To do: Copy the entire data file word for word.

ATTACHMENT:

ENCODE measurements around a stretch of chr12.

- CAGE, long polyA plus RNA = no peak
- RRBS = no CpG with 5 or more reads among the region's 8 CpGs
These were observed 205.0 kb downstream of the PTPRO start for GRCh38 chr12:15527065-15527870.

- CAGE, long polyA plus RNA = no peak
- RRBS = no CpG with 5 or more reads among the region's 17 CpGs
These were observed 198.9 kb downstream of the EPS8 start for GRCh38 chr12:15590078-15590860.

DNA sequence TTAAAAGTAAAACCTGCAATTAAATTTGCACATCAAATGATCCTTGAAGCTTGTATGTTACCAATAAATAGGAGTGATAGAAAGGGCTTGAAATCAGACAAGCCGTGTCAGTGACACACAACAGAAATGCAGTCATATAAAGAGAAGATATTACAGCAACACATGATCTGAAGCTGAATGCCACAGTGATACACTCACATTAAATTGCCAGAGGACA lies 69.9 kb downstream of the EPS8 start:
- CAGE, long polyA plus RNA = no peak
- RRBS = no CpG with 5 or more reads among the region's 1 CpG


ENCODE measurements around a stretch of chr12.

- CAGE, long polyA plus RNA = no peak
- RRBS = no CpG with 5 or more reads among the region's 8 CpGs
These were observed 205.0 kb downstream of the PTPRO start for GRCh38 chr12:15527065-15527870.

- CAGE, long polyA plus RNA = no peak
- RRBS = no CpG with 5 or more reads among the region's 17 CpGs
These were observed 198.9 kb downstream of the EPS8 start for GRCh38 chr12:15590078-15590860.

DNA sequence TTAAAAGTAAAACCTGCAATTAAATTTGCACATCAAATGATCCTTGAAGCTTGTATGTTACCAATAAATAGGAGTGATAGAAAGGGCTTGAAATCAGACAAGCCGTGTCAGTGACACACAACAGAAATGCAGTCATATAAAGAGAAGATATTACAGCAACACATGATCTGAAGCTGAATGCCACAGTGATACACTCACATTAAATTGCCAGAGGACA lies 69.9 kb downstream of the EPS8 start:
- CAGE, long polyA plus RNA = no peak
- RRBS = no CpG with 5 or more reads among the region's 1 CpG